Monday, 24 December 2012

Christmas Photography


by Diane Bohlen


·      When you go to photograph a Christmas Party remember a spare battery and card.
·      If it is your party you should designate someone to take the photos.
·      Take note of the light source and the background. You may need to make a special place for group photos with a plain background like a curtain.


·      The reason we adjust white balance is to get the colours as accurate as possible. Sometimes images look orange, blue, or yellow. The naked eye can adjust to the different light automatically but a camera can’t.
·      Different digital cameras have different ways of adjusting white balance so ultimately you’ll need to get out your camera’s manual out to work out the specifics of how to make changes. Having said this – many digital cameras have automatic and semi-automatic modes to help you make the adjustments.
·      Here are some of the basic White Balance settings you’ll find on cameras:
       Auto – this is where the camera makes a best guess on a shot by shot basis. You’ll find it works in many situations but it’s worth venturing out of it for trickier lighting.
       Tungsten – this mode is usually symbolized with a little bulb and is for shooting indoors, especially under tungsten (incandescent) lighting (such as bulb lighting). It generally cools down the colors in photos.
       Fluorescent – this compensates for the ‘cool’ light of fluorescent light and will warm up your shots.
       Daylight/Sunny – not all cameras have this setting because it sets things as fairly ‘normal’ white balance settings.
       Cloudy – this setting generally warms things up a touch more than ‘daylight’ mode.
       Flash – the flash of a camera can be quite a cool light so in Flash WB mode you’ll find it warms up your shots a touch.
       Shade – the light in shade is generally cooler (bluer) than shooting in direct sunlight so this mode will warm things up.
·      It is usually advisable to use Tungsten but Auto may work okay too.


·      Be careful using a flash it tends to give people the “rabbits in a spotlight” look.
·      If you must use a flash diffuse it by covering it with a tissue or a proper diffuser. Another way is to reflect the flash off a wall or ceiling or by placing a white card under the flashlight.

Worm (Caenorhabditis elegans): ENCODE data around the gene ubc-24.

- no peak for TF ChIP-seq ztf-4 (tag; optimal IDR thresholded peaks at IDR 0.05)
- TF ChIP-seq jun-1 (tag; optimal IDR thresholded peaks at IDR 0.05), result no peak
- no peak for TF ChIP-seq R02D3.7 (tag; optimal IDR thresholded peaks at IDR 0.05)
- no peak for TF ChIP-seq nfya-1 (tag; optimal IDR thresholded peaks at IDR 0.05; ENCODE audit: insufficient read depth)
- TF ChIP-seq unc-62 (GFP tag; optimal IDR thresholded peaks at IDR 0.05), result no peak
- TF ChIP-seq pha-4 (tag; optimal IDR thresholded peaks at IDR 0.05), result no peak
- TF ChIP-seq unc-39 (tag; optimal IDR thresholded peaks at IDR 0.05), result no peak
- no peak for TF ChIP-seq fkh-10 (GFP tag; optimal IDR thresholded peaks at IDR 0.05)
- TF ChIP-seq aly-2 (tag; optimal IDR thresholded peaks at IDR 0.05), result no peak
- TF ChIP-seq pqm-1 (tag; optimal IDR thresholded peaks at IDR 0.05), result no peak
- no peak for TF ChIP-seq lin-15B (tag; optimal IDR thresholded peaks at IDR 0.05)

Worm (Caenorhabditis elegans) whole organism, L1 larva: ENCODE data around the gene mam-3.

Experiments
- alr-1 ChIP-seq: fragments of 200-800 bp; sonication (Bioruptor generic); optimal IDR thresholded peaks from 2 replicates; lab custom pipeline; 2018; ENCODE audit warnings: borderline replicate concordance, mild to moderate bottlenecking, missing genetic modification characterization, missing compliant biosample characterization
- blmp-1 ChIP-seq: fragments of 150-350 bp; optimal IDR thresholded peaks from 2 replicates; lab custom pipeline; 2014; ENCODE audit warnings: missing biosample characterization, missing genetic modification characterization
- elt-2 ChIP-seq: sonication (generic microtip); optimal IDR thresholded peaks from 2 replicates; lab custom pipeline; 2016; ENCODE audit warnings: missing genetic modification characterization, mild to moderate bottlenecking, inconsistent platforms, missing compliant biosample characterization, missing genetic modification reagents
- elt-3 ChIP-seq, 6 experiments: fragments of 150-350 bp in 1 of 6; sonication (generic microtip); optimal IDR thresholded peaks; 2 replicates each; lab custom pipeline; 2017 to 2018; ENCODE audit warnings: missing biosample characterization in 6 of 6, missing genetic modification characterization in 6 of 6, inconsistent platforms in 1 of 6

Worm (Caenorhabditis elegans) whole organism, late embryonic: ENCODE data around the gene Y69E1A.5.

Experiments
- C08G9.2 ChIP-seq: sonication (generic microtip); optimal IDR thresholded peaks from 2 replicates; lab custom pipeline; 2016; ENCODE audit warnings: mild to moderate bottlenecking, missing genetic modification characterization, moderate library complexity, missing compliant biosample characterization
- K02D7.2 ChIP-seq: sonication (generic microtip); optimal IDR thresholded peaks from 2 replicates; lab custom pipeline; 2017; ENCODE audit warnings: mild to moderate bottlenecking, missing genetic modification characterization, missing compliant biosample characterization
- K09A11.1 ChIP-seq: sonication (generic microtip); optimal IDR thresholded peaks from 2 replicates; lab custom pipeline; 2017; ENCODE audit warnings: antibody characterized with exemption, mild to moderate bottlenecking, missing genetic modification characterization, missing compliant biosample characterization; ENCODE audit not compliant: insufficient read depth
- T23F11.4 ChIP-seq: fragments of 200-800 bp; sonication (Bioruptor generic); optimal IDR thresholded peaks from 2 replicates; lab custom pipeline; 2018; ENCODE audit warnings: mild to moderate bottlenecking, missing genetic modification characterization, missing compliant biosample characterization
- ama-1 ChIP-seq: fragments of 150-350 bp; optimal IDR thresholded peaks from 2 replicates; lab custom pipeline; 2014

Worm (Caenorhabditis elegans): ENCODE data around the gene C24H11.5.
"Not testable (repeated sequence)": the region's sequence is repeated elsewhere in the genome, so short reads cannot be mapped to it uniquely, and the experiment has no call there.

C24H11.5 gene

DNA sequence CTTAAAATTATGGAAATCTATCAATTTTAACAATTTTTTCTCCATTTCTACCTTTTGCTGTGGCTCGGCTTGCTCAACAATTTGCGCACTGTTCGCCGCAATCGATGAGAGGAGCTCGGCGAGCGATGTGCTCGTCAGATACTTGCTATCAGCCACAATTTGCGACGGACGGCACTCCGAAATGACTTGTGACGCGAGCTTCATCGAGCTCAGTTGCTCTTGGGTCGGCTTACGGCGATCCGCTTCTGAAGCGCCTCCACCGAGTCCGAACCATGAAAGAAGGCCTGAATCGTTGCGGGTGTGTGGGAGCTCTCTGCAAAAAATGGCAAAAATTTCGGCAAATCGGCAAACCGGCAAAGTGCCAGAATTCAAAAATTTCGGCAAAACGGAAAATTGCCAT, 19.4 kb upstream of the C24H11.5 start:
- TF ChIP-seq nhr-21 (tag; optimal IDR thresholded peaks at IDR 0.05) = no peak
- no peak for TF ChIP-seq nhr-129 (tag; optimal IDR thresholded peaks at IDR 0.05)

·      A good trick is to try these settings: 
Put you camera onto M for manual.
       Set you aperture to as big as it will go e.g. F4.0 or F2.8.
       Set your shutter speed to around 1/60. It is hard to shoot handheld with anything below 1/60. As a rule of thumb you should never shoot lower than your focal distance while handheld. eg on a 50mm lens you should never shoot lower than 1/50 sec.
       You will then need to use you external flash, if you can bounce your flash do this, if you have a catch light reflector built into your flash even better.
       Take a few shots and see what they look like.
       If they are not bright enough try bumping up your ISO to 200 then 400 and so on until you achieve an acceptable result.
·      Another trick for point and shoot cameras is to set the camera to ‘night’ mode but sill use a flash, this will lighten the whole room. You can get some whacky shots doing this.


·      Either use the macro setting or use a macro lens to capture smaller things like tree ornaments, table decorations, bowl of sweets or a nativity scene.


·      The actual Christmas meal or party is obviously the best part of the day, but there are other photographic opportunities, particularly in the preparations stages of the day.
       Food preparation
       Putting up decorations
       Wrapping gifts
       Kids throwing a tantrum while getting dressed in their Christmas outfits
       Setting the table
·      The shots before the event starts properly are often great because they show everything at it’s best before everyone descends on your party zone.
·      Speaking of shots before the party starts, why not set up some before and after shots both of the place you’re holding your party and what it looks like afterwards. Make sure you take the shots from the same position.